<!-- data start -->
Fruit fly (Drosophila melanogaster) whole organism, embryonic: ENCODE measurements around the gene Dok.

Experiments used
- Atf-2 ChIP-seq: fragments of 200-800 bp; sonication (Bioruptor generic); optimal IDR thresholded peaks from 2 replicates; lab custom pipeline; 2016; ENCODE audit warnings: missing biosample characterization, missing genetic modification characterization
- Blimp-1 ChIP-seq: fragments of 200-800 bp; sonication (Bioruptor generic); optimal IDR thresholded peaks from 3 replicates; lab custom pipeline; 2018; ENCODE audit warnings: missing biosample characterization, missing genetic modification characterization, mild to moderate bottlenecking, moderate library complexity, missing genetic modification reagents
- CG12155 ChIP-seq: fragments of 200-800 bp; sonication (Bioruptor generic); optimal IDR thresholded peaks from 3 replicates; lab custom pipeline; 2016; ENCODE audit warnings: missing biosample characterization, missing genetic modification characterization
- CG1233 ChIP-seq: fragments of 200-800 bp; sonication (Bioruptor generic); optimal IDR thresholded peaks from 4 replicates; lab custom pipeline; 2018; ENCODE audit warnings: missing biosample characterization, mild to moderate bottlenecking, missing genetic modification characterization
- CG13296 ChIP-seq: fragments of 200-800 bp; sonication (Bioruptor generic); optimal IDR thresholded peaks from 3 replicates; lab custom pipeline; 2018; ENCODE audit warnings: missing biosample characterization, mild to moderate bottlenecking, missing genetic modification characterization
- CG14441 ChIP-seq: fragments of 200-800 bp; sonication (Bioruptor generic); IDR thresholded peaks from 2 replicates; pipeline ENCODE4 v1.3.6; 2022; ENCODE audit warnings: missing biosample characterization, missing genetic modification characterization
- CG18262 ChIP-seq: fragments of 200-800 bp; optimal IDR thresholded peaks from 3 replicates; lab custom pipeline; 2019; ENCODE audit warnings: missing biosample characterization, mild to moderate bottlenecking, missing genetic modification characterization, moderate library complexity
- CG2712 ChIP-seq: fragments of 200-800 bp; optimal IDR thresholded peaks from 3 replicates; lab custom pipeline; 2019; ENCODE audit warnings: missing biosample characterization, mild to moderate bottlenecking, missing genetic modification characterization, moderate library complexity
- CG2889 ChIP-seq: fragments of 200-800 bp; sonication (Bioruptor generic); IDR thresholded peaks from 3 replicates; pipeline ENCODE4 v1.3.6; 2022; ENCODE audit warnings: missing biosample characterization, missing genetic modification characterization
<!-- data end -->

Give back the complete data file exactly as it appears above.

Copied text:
Fruit fly (Drosophila melanogaster) whole organism, embryonic: ENCODE measurements around the gene Dok.

Experiments used
- Atf-2 ChIP-seq: fragments of 200-800 bp; sonication (Bioruptor generic); optimal IDR thresholded peaks from 2 replicates; lab custom pipeline; 2016; ENCODE audit warnings: missing biosample characterization, missing genetic modification characterization
- Blimp-1 ChIP-seq: fragments of 200-800 bp; sonication (Bioruptor generic); optimal IDR thresholded peaks from 3 replicates; lab custom pipeline; 2018; ENCODE audit warnings: missing biosample characterization, missing genetic modification characterization, mild to moderate bottlenecking, moderate library complexity, missing genetic modification reagents
- CG12155 ChIP-seq: fragments of 200-800 bp; sonication (Bioruptor generic); optimal IDR thresholded peaks from 3 replicates; lab custom pipeline; 2016; ENCODE audit warnings: missing biosample characterization, missing genetic modification characterization
- CG1233 ChIP-seq: fragments of 200-800 bp; sonication (Bioruptor generic); optimal IDR thresholded peaks from 4 replicates; lab custom pipeline; 2018; ENCODE audit warnings: missing biosample characterization, mild to moderate bottlenecking, missing genetic modification characterization
- CG13296 ChIP-seq: fragments of 200-800 bp; sonication (Bioruptor generic); optimal IDR thresholded peaks from 3 replicates; lab custom pipeline; 2018; ENCODE audit warnings: missing biosample characterization, mild to moderate bottlenecking, missing genetic modification characterization
- CG14441 ChIP-seq: fragments of 200-800 bp; sonication (Bioruptor generic); IDR thresholded peaks from 2 replicates; pipeline ENCODE4 v1.3.6; 2022; ENCODE audit warnings: missing biosample characterization, missing genetic modification characterization
- CG18262 ChIP-seq: fragments of 200-800 bp; optimal IDR thresholded peaks from 3 replicates; lab custom pipeline; 2019; ENCODE audit warnings: missing biosample characterization, mild to moderate bottlenecking, missing genetic modification characterization, moderate library complexity
- CG2712 ChIP-seq: fragments of 200-800 bp; optimal IDR thresholded peaks from 3 replicates; lab custom pipeline; 2019; ENCODE audit warnings: missing biosample characterization, mild to moderate bottlenecking, missing genetic modification characterization, moderate library complexity
- CG2889 ChIP-seq: fragments of 200-800 bp; sonication (Bioruptor generic); IDR thresholded peaks from 3 replicates; pipeline ENCODE4 v1.3.6; 2022; ENCODE audit warnings: missing biosample characterization, missing genetic modification characterization